Tax for Americans in Norway

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How taxation works for Americans in Norway

Americans living in Norway are subject to additional bureaucracy from their homeland.

As a general principle, once you are deemed ‘tax resident' in Norway you pay income tax on your worldwide income to Norway.

‘Tax residency' is a different thing to legal residency and the rules are complex, but typically you are deemed tax resident in Norway after 3-6 months of earning money in the country.

The precise rules depend on the double tax treaty between Norway and your country of citizenship, and also factors such as the amount of time you spend out of Norway, especially in the USA.

The USA's unique approach to taxation

American citizens, however, face additional demands from Uncle Sam. That's because unlike almost every other country on the planet, the US Government taxes its citizens no matter where in the world they live.

Tax resident Americans in Norway

However, this does not mean that if you're living in Norway you'll be paying tax to both countries, unless you're a high earner.

A deduction for foreign-earned income

American citizens who are tax resident in Norway can claim a foreign earned income exclusion on their US tax return. This applies to the first $103,900 of their annual income earned through wages or self-employment. Anything over that amount will be taxed by both the USA and Norway.

That's the amount for 2018, and it's adjusted for inflation every year. At the time of writing, that works out at around 880,000kr, which is considered a very good annual salary here in Norway.

There's also the opportunity to exclude a portion of housing expenses. This only applies to individuals, and special rules apply to foreign service and military personnel.

Important: This exclusion only applies to your tax obligations to the United States government. You will still be obliged to pay tax like anyone else who lives in Norway!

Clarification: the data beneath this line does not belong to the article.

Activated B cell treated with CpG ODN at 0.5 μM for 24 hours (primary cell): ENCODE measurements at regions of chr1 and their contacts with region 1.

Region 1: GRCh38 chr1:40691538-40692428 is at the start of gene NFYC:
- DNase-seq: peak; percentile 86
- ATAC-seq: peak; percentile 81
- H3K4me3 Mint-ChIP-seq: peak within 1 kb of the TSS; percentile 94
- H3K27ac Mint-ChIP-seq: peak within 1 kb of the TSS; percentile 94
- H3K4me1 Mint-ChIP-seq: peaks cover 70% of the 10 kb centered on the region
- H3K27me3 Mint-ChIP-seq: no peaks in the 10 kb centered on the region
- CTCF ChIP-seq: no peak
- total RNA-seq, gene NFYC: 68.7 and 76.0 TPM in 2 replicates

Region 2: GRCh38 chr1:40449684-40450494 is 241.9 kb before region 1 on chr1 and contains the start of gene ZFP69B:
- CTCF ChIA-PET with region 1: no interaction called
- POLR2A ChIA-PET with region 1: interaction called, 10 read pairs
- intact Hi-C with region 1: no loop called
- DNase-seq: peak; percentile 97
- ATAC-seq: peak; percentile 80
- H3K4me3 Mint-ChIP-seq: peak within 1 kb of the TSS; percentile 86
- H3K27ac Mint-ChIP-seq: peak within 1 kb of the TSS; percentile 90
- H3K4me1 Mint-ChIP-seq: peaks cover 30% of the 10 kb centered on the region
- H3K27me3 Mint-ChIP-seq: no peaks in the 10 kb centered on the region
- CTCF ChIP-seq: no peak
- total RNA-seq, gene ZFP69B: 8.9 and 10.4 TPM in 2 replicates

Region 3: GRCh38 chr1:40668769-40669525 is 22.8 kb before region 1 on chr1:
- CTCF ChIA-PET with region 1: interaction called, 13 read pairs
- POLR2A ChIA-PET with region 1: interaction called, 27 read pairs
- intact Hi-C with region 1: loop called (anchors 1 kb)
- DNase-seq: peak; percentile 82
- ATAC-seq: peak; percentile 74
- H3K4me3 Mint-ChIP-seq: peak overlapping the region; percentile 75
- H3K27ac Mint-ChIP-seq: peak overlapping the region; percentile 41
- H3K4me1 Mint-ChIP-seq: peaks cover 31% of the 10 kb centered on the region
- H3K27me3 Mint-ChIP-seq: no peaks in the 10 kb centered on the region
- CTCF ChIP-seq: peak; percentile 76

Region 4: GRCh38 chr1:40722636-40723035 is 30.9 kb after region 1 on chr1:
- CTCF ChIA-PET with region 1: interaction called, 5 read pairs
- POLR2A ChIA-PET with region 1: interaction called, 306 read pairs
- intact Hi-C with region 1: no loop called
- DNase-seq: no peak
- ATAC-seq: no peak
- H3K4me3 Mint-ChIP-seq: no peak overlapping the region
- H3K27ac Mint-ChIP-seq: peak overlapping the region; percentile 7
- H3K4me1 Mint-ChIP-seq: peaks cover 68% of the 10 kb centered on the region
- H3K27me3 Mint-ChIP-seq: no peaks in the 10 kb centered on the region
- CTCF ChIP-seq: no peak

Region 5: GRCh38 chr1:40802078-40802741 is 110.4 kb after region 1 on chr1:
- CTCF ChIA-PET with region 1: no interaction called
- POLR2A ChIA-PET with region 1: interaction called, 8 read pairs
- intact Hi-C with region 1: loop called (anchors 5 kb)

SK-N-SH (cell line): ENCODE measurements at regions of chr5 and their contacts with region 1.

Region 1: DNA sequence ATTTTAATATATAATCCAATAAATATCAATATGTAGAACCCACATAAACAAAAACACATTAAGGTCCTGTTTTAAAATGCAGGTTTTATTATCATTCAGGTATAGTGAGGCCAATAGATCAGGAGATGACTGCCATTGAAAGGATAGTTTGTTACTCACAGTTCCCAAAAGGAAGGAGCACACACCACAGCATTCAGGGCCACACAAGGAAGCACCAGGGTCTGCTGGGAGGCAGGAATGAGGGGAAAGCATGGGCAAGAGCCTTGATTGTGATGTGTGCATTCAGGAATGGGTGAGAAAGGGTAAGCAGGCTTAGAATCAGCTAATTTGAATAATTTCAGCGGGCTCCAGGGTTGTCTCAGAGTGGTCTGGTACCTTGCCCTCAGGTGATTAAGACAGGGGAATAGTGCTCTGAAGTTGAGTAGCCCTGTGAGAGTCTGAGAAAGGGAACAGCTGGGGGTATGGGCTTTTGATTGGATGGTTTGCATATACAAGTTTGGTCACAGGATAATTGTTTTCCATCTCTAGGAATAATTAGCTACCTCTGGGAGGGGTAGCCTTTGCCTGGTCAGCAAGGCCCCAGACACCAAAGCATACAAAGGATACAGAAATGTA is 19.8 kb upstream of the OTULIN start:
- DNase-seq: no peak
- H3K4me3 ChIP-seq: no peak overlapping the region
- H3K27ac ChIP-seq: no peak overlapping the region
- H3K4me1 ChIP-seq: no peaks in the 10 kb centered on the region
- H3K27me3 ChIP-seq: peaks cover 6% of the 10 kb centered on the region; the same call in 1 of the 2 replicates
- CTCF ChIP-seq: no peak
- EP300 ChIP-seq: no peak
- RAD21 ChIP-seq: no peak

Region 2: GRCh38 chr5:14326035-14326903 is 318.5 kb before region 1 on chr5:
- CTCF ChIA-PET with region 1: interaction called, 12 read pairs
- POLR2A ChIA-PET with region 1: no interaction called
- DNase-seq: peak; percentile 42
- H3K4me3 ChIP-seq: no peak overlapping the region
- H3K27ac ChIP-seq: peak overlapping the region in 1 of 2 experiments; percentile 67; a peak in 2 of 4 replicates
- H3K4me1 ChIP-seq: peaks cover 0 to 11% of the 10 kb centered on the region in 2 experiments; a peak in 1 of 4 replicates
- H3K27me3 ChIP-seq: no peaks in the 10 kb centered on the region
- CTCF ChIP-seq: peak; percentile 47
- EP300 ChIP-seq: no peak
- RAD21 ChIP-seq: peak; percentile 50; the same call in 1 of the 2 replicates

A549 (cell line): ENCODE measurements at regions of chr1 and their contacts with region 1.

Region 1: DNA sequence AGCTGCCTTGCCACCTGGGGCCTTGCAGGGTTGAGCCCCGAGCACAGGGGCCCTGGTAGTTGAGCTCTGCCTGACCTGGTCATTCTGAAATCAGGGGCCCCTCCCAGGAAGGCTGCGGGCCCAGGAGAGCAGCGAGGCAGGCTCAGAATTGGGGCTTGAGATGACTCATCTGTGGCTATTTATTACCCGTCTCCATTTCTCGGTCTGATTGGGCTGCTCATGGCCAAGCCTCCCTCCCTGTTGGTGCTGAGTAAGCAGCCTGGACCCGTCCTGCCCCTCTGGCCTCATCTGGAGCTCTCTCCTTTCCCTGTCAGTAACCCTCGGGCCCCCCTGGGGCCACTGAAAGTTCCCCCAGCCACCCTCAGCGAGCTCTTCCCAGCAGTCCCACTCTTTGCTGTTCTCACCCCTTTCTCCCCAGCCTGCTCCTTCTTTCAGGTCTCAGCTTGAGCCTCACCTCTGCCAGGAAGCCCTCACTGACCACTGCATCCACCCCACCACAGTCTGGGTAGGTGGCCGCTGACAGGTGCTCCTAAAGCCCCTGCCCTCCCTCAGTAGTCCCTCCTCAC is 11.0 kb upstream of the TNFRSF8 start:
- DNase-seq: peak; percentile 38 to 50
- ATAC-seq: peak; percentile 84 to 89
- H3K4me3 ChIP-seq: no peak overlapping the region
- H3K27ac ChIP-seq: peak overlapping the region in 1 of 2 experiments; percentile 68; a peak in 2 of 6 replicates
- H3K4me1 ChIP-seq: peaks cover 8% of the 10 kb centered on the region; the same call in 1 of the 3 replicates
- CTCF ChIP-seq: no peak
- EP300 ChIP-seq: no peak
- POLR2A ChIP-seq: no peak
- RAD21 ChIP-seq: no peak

American jobs in Norway

Even if you earn significantly less than this threshold, you must still file a US tax return and most importantly, the appropriate exclusion form. At the time of writing, that's IRS Form 2555 or Form 2555-EZ.

There is an amnesty program available to those American citizens who have failed to deliver a US tax return, as long as you have paid taxes in Norway, of course.

The American Foreign Tax Credit

An alternative solution for American citizens living in Norway is to take advantage of the foreign tax credit program. This gives you a credit for any income tax you have paid in Norway against the tax you owe to the US.

Typically, the Foreign Tax Credit is a good option if you live in a country where the income tax rate is higher than in the US and you plan on returning to the USA.

That's because in these circumstances, the amount of credit claimed would be higher than the amount of tax you would owe the IRS, which means the difference can be carried forward for future years.

Which program is best depends on your individual circumstances and you should consult a tax attorney to understand the ins and outs of both options.


Please don't ask specific questions in the comments section here. We are not accountants and cannot help you with your own personal finances. For one thing, most of the Life in Norway team is British, so the American tax system is a mystery to us!

We have heard from several people that the American Embassy in Oslo either do not have information or are unwilling to assist its citizens with questions about tax in Norway.

Help with Norwegian tax law

If you have any questions about paying tax in Norway as an American, the US foreign earned income exclusion, or any other matters related to your personal finances, you have a number of resources open to you:

If you still require assistance, I strongly recommend speaking to an English-speaking Norwegian lawyer who understands and can advise on the US-Norway tax relationship.

About Life in Norway

Sometimes, more than one person in the Life in Norway team works on a story. This was one of those times!

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2 thoughts on “Tax for Americans in Norway”

  1. Hello!

    Your link to “an English-speaking Norwegian accountant” who understands the US-Norway tax relationship doesn’t seem to work anymore. By any chance is that information available elsewhere on your website? Thanks very much!


  2. I just tried the link and it still doesn’t work. There are a lot of questions regarding US citizens in Norway that seem to have opaque answers at best. Especially things regarding investments are generally just a bunch of legal jargon and “maybe/depending” situations in the answers found online. A link to a knowledgeable accountant/tax specialist who actually knows this stuff would be greatly appreciated!


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